I recently started helping a group of Korean moms improve their conversational English. They do not take language for granted. It is a heavy cart they push with every step, every day. They all maintain a "Korean only" policy at home, to ensure that their children remain fluent in their first language. The children are already fluent in English and are succeeding academically and socially. But the question has come up: is it detrimental to the family to maintain another language in the home?
I must say that I land squarely on the side of the parents on this one. I would love to speak to a linguist about this, but for now, I am telling you here, in my own way, in my limited vocabulary my thoughts. Language is not merely a means of transferring information from one entity to another, cold and straight-forward. Language is not just a convenience. I believe language is how you see the world, filtered through your experiences and brain mechanisms and tells something about how you relate to others. Layered with cultural inferences and implications.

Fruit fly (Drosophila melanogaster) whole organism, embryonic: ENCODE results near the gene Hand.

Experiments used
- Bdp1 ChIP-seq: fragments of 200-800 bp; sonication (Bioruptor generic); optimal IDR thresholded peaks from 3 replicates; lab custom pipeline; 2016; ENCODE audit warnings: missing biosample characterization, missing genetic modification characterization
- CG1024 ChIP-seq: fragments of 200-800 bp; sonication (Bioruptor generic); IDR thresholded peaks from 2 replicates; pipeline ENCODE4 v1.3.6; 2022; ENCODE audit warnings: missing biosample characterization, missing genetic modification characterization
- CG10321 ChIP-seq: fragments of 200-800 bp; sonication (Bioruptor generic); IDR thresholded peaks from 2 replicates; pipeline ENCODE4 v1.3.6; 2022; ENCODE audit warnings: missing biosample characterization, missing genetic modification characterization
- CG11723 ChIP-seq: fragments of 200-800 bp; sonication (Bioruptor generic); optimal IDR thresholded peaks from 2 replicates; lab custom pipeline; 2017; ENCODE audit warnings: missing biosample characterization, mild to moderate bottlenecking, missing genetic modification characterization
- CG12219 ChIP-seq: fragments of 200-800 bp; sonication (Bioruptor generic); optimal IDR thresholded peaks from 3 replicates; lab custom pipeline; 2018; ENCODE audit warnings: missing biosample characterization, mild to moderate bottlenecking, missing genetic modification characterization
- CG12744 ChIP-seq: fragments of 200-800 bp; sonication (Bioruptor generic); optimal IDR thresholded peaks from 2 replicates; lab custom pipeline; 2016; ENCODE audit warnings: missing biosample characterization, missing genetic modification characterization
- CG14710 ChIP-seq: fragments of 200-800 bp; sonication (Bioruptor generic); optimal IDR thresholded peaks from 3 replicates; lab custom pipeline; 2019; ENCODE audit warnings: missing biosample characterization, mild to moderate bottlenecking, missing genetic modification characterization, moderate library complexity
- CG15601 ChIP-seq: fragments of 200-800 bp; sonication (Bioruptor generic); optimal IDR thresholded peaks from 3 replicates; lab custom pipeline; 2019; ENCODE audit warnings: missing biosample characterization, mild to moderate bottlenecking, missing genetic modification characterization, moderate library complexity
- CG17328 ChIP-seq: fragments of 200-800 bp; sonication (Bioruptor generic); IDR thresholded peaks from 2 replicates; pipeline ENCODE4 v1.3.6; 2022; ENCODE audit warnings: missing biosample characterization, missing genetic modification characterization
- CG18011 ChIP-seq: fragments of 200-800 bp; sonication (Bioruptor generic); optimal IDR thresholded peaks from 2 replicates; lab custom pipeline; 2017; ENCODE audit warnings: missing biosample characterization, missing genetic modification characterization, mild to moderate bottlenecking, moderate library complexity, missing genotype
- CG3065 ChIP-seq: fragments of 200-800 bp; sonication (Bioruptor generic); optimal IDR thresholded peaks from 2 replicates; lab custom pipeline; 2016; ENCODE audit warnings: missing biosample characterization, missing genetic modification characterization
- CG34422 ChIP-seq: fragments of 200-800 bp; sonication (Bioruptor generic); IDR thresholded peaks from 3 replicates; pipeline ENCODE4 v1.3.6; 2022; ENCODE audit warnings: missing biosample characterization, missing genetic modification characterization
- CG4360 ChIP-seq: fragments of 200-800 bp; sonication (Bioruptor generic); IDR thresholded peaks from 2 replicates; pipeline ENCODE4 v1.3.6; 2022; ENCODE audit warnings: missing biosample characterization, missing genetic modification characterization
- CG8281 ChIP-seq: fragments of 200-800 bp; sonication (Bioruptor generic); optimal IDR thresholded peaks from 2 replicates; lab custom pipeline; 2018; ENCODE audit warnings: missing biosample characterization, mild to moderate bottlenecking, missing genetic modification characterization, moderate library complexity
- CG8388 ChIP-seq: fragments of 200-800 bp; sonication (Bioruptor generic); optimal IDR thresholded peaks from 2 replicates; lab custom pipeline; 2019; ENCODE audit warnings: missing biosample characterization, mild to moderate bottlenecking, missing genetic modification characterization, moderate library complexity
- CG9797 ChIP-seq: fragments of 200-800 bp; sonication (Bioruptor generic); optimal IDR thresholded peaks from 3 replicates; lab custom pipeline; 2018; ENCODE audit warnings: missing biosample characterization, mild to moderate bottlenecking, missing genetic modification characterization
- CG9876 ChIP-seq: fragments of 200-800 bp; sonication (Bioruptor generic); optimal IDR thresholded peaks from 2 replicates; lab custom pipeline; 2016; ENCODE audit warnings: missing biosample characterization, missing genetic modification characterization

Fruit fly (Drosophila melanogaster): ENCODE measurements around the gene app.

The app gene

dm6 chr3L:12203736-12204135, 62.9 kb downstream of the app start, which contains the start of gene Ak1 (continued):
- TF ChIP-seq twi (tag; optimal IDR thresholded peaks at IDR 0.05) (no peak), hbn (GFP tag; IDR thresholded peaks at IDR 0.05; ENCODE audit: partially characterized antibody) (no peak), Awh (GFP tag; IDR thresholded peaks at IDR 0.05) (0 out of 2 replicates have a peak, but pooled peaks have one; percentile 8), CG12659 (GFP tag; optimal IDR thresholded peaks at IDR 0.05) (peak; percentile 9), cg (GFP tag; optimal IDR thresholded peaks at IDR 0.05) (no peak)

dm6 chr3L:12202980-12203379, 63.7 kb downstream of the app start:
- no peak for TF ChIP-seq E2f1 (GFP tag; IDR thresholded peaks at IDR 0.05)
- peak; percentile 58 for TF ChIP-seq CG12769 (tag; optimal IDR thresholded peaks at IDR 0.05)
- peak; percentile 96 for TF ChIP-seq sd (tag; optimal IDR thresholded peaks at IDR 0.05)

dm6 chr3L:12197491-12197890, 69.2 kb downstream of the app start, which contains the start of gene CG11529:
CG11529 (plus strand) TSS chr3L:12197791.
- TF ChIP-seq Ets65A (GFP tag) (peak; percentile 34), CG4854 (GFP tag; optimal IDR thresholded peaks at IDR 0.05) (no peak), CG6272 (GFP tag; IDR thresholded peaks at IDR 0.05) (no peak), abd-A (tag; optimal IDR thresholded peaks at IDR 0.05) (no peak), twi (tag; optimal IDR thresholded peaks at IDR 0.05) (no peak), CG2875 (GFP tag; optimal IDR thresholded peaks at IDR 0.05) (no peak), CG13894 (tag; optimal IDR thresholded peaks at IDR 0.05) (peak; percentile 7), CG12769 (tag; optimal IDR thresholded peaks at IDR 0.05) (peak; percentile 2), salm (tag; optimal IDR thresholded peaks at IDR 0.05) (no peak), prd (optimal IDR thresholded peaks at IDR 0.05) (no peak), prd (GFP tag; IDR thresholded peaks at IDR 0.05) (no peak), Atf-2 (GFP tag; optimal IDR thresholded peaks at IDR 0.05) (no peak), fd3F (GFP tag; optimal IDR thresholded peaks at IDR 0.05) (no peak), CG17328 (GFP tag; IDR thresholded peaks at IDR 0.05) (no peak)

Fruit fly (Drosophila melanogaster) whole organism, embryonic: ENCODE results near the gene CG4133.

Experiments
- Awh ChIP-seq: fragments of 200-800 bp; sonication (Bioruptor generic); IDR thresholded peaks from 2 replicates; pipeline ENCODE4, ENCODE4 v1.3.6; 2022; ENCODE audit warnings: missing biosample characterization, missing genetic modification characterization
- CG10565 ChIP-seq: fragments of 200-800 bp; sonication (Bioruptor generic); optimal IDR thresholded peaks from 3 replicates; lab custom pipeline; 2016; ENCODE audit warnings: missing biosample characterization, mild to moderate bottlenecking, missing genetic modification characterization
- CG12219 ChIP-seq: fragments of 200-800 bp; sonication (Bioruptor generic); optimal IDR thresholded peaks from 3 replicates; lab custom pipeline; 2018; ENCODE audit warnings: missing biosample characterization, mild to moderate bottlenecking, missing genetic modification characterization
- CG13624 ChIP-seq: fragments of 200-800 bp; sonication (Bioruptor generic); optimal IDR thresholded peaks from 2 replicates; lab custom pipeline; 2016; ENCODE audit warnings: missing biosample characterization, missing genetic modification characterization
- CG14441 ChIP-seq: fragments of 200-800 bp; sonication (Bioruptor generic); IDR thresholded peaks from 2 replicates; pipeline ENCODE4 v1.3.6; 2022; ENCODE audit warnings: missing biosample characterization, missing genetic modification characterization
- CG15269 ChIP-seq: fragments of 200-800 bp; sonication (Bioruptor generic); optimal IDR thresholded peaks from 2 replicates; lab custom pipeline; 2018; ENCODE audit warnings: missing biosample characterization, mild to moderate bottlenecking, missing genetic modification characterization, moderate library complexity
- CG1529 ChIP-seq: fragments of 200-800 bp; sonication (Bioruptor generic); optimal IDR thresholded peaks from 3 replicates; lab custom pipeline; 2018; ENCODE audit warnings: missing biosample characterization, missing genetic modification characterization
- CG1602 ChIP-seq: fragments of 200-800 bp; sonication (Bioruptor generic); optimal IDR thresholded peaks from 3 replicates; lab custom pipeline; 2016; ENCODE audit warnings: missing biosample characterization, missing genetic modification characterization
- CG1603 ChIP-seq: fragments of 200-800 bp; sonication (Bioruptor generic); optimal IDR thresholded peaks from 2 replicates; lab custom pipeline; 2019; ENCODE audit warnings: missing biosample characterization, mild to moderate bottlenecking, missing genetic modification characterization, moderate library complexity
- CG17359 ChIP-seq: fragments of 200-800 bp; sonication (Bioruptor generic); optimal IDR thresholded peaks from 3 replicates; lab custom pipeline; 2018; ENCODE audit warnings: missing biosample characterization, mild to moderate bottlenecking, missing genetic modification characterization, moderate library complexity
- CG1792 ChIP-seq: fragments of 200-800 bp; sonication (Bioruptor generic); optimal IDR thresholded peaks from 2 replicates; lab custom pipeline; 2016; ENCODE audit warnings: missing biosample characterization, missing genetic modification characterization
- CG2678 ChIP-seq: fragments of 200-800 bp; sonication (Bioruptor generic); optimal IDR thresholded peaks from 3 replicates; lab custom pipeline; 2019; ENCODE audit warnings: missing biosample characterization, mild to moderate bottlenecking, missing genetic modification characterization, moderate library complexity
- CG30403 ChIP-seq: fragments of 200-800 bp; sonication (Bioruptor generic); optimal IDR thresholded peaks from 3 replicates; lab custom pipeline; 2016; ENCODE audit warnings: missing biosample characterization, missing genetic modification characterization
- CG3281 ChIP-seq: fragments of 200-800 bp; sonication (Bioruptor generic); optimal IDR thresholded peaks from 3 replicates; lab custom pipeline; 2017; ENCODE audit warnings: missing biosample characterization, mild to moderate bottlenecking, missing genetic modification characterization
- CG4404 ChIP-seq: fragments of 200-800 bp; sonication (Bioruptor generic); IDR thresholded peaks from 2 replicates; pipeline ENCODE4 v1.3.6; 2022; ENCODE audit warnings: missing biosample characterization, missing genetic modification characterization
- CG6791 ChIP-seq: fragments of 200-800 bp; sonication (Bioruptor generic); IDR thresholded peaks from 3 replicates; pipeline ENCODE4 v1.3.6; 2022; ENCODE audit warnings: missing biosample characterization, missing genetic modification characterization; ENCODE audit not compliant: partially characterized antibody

I grew up here and became American, but I will always be distinctive because of my appearance: American by nationality, but always Korean by heritage. Always. This country still holds whites as the "norm" and held above all others. If you are white and don't see that, I understand. Because you don't see what doesn't exist for you: you never have to justify your presence, explain your existence. I always do. In various ways: polite, not, interest, curiosity, antagonism. I can sense these thoughts, as if they were objects, my radar having become highly developed:
- You are not white (therefore normal,) what are you?
- You are not white (therefore normal,) why are you here?
- You are not white (therefore normal,) therefore you do not matter.
So. I've taken you around on a nickel tour of my brain. Where am I taking you? Here: Language is essential to my self, my identity, my pride. My heritage is not dusty old photos; it is a picture of who I am. It is not in a silver pitcher brought from the old country; it is inside of me. It is not something to wear; it is infused in my soul. It is not a curiosity about something that has passed; I live now.
It is me.
It is me.
It is me.
Another language may be "inconvenient," it may be messy and things will go wrong. Kids will be embarrassed of their parents (isn't that novel?) and people will get frustrated. But I am convinced that with strong, persistent moms like the ones I'm befriending, multi-lingualism will find a place in US culture.
Despite whatever embarrassments and awkwardness suffered in youth, I don't know a single person who regrets being bilingual. I know many though, who regret not being bilingual...even generations later. By then, the language ladder to their soul will no longer quite reach.
*Photo by TommyOshima